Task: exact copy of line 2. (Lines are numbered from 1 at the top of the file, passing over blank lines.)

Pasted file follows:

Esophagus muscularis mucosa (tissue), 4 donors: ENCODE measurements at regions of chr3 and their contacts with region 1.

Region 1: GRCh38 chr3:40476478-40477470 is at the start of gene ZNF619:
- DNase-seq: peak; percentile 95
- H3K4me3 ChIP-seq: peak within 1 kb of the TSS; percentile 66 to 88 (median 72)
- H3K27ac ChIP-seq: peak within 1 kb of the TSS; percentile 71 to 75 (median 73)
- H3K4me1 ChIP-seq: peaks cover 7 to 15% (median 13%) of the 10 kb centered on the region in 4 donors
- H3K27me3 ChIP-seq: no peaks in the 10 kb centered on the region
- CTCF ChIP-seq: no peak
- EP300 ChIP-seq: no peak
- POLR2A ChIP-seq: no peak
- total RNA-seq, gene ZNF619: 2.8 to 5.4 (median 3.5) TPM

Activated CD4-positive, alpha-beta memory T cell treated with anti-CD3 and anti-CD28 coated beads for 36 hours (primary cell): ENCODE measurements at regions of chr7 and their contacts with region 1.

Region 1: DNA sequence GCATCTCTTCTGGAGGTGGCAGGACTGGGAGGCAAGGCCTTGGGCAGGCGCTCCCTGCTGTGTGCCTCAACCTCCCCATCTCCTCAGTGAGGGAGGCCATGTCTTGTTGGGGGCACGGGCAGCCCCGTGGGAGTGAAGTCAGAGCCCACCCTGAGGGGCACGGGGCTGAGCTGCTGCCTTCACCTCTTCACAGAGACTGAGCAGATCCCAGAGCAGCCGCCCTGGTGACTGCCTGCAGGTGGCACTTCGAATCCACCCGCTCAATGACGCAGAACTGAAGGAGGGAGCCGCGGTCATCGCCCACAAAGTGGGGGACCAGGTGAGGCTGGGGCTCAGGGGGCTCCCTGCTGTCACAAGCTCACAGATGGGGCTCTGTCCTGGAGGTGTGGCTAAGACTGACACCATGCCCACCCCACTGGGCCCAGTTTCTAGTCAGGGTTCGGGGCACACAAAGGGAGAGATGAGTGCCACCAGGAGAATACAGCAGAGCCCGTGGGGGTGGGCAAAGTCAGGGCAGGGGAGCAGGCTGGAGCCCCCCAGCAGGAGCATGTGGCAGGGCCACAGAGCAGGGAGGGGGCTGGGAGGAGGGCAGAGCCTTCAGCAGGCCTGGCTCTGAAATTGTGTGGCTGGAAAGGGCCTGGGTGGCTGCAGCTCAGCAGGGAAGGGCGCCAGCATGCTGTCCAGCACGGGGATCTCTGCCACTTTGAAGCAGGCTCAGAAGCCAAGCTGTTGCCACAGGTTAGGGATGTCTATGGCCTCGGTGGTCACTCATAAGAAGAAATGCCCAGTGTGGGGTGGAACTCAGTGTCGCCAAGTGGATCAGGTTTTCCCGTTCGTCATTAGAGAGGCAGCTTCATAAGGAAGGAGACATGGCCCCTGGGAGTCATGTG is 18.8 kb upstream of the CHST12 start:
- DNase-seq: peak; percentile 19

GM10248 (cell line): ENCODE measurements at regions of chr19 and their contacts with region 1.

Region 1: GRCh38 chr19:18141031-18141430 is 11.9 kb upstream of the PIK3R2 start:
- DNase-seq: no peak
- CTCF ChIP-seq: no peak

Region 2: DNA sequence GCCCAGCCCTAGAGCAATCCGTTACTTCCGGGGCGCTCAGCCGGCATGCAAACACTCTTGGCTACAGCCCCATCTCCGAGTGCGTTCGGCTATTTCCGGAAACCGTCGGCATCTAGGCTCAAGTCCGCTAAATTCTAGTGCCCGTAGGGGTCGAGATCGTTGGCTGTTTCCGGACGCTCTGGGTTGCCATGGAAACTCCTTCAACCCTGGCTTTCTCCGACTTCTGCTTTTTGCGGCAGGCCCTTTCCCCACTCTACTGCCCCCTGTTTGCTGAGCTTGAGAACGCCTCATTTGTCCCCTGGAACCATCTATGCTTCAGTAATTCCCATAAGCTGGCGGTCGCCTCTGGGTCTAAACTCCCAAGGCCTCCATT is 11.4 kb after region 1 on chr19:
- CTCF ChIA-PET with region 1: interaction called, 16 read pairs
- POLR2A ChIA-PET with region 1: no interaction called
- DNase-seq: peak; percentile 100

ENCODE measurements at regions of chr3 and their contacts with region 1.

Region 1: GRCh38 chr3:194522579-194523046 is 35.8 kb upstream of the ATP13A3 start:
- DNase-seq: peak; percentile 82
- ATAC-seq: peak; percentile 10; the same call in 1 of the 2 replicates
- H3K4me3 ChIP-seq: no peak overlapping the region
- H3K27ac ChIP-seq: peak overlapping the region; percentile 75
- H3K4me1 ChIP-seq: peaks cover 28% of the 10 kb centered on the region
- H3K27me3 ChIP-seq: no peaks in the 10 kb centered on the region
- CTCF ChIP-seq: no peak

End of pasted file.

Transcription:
Region 1: GRCh38 chr3:40476478-40477470 is at the start of gene ZNF619: